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0.0.1 • Public • Published

QR Scanner

Javascript QR Code Scanner based on Cosmo Wolfe's javascript port of Google's ZXing library.

In this library, several improvements have been applied over the original port:

  • Web cam scanning support out of the box
  • Uses the browser's native BarcodeDetector if available
  • Lightweight: ~50.5 kB (~13.0 kB gzipped) minified with Google's closure compiler. If the native BarcodeDetector is available, only ~6.8 kB (~2.7 kB gzipped) are loaded.
  • Improved performance and reduced memory footprint.
  • Runs in a WebWorker which keeps the main / UI thread responsive.
  • Can be configured for better performance on colored QR codes.

According to our benchmarking this project's scanner engine's detection rate is about 2-3 times (and up to 8 times) as high as the one of the most popular javascript QR scanner library LazarSoft/jsqrcode. Also the other library oftentimes misreads the content of QR codes, while for this project no misreads occurred in the benchmarking.

The library supports scanning a continuous video stream from a web cam as well as scanning of single images.

The development of this library is sponsored by nimiq, world's first browser based blockchain.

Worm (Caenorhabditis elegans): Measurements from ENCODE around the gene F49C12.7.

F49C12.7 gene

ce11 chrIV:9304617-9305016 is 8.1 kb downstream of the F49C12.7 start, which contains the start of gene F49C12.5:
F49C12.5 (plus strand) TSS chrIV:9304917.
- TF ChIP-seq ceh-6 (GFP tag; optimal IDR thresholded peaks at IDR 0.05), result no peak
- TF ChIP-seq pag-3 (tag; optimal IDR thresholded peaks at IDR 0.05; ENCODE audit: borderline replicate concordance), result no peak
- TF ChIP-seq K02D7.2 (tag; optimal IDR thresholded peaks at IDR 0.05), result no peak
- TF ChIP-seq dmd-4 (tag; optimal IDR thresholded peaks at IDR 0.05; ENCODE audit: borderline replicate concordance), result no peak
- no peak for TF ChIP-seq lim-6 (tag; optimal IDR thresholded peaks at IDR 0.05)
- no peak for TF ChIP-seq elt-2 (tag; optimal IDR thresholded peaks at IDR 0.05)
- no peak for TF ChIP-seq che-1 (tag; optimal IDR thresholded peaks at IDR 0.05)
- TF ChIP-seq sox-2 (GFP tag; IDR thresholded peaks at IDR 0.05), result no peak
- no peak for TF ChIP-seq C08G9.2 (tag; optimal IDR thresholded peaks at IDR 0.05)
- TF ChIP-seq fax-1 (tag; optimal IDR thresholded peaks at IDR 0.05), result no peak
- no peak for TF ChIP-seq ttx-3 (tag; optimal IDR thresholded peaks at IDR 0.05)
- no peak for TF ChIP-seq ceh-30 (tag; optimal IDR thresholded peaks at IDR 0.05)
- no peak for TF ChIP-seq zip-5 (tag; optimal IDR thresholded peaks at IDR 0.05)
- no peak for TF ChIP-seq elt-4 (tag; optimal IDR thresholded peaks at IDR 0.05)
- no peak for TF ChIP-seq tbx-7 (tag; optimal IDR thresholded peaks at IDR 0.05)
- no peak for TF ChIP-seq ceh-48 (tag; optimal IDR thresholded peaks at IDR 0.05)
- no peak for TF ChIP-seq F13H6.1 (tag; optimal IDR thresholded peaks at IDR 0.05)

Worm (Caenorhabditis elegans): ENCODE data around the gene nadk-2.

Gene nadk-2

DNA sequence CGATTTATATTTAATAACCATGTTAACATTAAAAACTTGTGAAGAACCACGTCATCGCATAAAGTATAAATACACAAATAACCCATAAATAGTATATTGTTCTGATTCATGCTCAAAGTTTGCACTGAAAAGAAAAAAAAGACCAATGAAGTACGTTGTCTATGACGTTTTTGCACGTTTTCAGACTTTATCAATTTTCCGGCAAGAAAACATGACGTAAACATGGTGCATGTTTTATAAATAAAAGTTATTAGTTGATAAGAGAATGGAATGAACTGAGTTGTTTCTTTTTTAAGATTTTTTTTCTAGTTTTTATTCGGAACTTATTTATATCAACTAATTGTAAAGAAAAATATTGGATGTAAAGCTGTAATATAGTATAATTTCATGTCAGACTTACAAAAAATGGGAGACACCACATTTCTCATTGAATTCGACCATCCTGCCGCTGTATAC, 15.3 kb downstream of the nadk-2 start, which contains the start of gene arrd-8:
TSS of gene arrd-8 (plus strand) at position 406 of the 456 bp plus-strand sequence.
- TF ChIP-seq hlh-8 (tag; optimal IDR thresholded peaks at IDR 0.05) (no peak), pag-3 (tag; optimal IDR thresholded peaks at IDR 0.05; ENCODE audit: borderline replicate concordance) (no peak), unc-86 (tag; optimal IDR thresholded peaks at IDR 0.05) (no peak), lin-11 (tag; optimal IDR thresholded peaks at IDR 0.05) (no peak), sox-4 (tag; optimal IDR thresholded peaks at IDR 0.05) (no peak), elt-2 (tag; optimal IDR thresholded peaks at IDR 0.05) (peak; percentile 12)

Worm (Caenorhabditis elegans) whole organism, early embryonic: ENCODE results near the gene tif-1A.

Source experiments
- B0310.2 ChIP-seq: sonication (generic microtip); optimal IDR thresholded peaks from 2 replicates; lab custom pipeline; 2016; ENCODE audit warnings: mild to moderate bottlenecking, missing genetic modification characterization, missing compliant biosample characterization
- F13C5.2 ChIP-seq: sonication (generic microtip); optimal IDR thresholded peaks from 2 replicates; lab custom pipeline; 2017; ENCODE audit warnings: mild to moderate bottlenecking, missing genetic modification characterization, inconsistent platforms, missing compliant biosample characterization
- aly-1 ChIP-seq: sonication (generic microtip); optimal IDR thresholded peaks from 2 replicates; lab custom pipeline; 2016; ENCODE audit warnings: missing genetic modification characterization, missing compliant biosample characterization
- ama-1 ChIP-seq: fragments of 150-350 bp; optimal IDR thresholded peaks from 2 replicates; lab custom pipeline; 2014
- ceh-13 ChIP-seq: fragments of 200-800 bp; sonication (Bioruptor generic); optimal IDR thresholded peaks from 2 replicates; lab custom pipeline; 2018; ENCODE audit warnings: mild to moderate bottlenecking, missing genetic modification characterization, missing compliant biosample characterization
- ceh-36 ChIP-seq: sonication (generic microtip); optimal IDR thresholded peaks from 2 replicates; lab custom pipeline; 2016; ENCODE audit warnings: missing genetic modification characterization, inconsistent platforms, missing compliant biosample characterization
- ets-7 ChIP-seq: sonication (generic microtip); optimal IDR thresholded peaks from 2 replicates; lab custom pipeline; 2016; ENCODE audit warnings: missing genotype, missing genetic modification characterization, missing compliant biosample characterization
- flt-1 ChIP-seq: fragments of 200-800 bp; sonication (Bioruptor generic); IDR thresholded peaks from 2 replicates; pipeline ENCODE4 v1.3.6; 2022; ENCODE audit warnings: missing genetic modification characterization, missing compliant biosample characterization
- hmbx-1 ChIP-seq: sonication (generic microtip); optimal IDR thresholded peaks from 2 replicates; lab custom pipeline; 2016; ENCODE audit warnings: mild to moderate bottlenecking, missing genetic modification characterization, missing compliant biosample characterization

To install via npm:

npm install --save qr-scanner

To install via yarn:

yarn add qr-scanner

Or simply copy qr-scanner.min.js and qr-scanner-worker.min.js to your project.


The QR Scanner consists of two files.

Setting up the API

qr-scanner.min.js is the main API as an es6 module and can be imported as follows:

import QrScanner from 'path/to/qr-scanner.min.js'; // if using plain es6 import
import QrScanner from 'qr-scanner'; // if installed via package and bundling with a module bundler like webpack or rollup

This requires the importing script to also be an es6 module or a module script tag, e.g.:

<script type="module">
    import QrScanner from 'path/to/qr-scanner.min.js';
    // do something with QrScanner